Company executives today touted their networking equipment as the technology large businesses need to connect customers, partners, and workers to the Web. At a users' conference in Chicago, 3Com augmented the new strategy with plans for products that will ease network congestion, speed up Web access, and support voice, video, and data on a single Internet-based network.
The new push, analysts say, matches 3Com's desire to return to its networking roots. Yet the company has faltered in the face of stiff competition from the likes of Cisco Systems and Nortel Networks, along with a slew of start-ups including Foundry Networks and Extreme Networks.
3Com has long dominated many portions of the low-end of the networking market, but struggled to form a strategy for high-end corporate customers and communications companies.
Recently, the firm bounced between different business goals. Chief executive Eric Benhamou said just this spring that 3Com's popular Palm Computing device was central to the company's overall business strategy. In September, however, he switched gears and said the struggling firm would spin off its Palm unit to focus on its core networking business.
"The basic message is pretty simple," Benhamou said in a press conference today. "Before you can do anything e-related, whether it's e-widgets, e-pony, e-textiles, or e-pants, you need an 'e-network' from 3Com."
Yet analysts say 3Com has jumped on the e-business bandwagon for financial reasons. Investors love the Internet, and dozens of companies have profited from this boom.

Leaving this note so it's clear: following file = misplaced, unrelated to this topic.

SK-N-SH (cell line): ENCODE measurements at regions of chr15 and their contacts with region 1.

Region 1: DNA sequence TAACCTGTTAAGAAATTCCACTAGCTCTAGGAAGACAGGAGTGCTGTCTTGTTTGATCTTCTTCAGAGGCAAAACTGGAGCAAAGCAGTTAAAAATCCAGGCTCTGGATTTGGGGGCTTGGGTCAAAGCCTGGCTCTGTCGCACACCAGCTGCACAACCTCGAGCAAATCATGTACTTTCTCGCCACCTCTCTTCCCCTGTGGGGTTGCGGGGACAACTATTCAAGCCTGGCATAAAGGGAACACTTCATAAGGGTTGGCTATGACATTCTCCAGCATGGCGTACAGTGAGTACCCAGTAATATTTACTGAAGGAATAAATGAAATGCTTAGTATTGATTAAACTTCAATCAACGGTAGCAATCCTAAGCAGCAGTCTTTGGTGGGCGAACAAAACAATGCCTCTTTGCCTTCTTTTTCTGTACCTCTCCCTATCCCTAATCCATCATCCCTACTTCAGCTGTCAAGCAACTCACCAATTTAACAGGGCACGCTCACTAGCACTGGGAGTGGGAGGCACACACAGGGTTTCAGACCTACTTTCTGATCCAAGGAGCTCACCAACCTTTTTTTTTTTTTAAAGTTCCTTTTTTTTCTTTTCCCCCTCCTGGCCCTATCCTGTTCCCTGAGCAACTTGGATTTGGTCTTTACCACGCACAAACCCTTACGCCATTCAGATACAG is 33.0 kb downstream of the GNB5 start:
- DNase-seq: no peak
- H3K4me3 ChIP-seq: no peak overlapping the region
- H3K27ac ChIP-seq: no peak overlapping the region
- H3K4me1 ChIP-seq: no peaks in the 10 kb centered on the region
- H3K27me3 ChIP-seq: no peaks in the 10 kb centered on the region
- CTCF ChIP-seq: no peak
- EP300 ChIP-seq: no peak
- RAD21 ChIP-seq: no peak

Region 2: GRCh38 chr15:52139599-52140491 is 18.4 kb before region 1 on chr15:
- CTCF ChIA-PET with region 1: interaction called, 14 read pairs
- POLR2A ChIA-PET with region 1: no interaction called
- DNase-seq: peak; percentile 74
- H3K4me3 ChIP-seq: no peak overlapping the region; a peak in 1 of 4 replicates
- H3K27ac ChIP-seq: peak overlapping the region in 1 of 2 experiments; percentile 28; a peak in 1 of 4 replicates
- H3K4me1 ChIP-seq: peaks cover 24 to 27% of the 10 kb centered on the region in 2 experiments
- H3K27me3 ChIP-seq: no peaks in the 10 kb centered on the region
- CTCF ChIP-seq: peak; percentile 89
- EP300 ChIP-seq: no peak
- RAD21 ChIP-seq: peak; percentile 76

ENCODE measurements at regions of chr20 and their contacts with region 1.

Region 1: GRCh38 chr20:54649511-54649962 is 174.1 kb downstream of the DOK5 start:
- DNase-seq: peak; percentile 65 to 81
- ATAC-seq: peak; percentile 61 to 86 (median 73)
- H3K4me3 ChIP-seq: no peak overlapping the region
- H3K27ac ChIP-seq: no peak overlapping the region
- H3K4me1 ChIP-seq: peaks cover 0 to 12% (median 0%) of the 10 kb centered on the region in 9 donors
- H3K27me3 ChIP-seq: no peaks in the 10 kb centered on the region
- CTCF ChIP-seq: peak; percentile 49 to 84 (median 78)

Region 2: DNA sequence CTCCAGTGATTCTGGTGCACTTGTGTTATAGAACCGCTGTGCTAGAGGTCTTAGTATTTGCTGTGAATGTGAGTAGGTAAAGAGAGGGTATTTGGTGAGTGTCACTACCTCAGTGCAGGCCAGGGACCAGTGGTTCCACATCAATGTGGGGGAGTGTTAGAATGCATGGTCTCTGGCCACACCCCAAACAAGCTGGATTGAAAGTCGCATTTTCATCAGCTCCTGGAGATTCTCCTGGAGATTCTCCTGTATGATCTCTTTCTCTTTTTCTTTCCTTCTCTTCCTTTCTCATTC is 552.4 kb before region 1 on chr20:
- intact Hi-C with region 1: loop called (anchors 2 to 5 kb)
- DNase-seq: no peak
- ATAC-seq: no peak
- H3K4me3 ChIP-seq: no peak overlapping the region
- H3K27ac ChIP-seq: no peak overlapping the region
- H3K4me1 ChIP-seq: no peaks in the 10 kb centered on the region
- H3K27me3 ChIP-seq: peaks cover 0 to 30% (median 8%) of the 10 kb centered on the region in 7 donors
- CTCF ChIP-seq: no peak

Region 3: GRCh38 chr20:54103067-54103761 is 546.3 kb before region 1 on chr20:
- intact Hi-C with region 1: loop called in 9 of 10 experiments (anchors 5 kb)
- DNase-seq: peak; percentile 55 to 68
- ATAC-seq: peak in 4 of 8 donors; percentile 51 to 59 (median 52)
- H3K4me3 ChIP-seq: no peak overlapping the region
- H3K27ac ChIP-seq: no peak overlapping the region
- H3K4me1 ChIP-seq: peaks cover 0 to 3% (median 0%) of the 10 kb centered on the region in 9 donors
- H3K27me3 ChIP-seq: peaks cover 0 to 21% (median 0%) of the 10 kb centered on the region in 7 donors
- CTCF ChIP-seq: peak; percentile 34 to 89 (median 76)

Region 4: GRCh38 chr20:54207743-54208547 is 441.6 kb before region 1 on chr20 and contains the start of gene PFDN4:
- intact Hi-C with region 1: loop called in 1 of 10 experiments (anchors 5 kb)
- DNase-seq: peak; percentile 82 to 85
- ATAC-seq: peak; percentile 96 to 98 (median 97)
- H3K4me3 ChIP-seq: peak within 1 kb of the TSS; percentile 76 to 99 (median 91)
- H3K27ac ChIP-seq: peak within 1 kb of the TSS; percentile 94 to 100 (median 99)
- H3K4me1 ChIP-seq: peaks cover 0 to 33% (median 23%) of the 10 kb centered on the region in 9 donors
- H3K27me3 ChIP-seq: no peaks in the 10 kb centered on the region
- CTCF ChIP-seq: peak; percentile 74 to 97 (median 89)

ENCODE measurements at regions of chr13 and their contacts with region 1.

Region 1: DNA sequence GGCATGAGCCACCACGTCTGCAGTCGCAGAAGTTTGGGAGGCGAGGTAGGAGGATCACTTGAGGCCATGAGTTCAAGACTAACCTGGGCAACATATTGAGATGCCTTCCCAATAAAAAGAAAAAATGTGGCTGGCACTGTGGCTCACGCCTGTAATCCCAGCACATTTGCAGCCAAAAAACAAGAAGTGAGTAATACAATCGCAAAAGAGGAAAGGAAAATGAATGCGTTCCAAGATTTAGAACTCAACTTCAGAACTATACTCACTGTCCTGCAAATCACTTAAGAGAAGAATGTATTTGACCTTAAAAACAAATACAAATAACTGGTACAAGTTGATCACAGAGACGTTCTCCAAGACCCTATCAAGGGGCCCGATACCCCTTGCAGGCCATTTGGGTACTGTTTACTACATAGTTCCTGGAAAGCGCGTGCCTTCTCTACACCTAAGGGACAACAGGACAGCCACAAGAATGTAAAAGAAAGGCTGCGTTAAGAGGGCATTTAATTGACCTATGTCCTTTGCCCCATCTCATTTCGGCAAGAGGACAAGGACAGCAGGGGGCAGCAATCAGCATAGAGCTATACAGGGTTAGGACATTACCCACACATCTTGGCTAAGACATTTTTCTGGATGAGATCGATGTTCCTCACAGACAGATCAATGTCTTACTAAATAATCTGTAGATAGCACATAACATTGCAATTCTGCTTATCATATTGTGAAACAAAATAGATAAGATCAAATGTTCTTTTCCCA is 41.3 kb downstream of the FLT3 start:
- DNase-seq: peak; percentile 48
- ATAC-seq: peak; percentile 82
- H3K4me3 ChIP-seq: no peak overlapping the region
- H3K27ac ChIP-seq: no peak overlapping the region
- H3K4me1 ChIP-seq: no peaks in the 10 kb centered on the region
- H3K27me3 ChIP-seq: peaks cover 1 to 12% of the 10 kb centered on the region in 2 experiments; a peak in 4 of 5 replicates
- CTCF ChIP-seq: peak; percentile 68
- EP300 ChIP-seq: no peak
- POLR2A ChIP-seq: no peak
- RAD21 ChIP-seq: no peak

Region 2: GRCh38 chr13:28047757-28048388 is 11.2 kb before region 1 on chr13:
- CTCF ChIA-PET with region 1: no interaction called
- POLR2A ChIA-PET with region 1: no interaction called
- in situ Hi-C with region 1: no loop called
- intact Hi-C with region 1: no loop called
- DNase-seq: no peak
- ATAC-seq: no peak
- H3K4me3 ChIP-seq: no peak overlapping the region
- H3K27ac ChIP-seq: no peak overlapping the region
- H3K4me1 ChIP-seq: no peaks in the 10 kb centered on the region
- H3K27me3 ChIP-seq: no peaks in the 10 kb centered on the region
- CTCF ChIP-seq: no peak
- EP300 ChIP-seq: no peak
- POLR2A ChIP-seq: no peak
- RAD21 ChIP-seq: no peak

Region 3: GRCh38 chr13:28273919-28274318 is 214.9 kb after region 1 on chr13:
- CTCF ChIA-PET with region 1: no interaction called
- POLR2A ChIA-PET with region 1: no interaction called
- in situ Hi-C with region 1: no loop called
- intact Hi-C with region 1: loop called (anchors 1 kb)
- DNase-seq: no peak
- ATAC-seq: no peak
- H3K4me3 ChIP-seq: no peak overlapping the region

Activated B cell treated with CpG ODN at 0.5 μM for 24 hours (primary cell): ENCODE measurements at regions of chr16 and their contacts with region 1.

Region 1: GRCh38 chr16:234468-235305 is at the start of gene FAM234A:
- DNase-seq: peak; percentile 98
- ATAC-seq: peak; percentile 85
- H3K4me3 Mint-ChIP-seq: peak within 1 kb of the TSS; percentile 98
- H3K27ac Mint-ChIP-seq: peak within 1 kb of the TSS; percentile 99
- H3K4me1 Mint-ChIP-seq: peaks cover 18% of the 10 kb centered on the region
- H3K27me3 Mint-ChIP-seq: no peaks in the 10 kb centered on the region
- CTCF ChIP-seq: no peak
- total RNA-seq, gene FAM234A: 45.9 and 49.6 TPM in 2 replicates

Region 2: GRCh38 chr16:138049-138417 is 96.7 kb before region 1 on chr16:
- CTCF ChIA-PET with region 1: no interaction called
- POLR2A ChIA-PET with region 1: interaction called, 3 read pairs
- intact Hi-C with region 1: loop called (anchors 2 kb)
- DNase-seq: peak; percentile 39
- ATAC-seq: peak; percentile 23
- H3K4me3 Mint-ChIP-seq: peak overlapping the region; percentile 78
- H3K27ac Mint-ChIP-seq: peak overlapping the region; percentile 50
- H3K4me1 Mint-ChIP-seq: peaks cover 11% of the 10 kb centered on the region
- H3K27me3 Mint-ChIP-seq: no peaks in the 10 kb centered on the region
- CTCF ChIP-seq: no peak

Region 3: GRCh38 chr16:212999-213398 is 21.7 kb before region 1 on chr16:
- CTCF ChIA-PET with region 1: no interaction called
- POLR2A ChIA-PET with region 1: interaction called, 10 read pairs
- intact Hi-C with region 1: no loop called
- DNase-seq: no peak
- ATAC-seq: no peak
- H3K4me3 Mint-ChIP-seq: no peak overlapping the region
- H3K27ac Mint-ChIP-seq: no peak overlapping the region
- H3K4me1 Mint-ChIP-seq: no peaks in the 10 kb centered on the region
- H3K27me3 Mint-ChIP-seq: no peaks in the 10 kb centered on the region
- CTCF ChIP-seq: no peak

"It looks like they're trying to leverage the success of other companies who have talked about building the Internet infrastructure, and it looks like e-networks is 3Com's first steps into that new positioning," said Mike McConnell, analyst with technology consultants Infonetics Research.
Some say 3Com's Internet push may help raise its profile among existing or potential customers.
"It helps them convey a more concise strategy. The one frustrating point for people who follow 3Com's story is that they've changed their message over the past few years," said Christin Armacost, equities analyst with Tucker Anthony Cleary Gull. "This is the first time we've heard a consistent strategy laid out."
3Com today announced plans to support voice in an upcoming version of its CoreBuilder 9000 switch, and will offer gigabit-speed Ethernet capabilities in its SuperStack switching device and network interface cards. Gigabit Ethernet is high-speed networking technology that allows PCs and other devices to connect on a network.
3Com also licensed technology from IP Highway to build "policy-based" features into its network management software. Policy-based management software allows network managers to set aside enough bandwidth for important applications. For example, companies can give priority to human resources software over email messages.
All products will ship next year.
"It's more of a marketing announcement, trying to get people to think about 3Com's viability and competitiveness in its product line," Armacost said. "It shows customers their technology roadmap for existing products, plants the seed in the customers' minds on emerging technologies, and that 3Com will play a critical role."
3Com has been making the transistion from slow growth markets, like its analog modem business, to emerging markets, such as Internet telephony, wireless, and home networking technology. But while the company pushes into new areas, Armacost said sales of networking equipment to corporations will remain important as it represents half of the company's total revenue.
"In terms of long-term strategy, competitive systems products are vital for 3Com to remain competitive against Cisco, Nortel, and Cabletron," she said.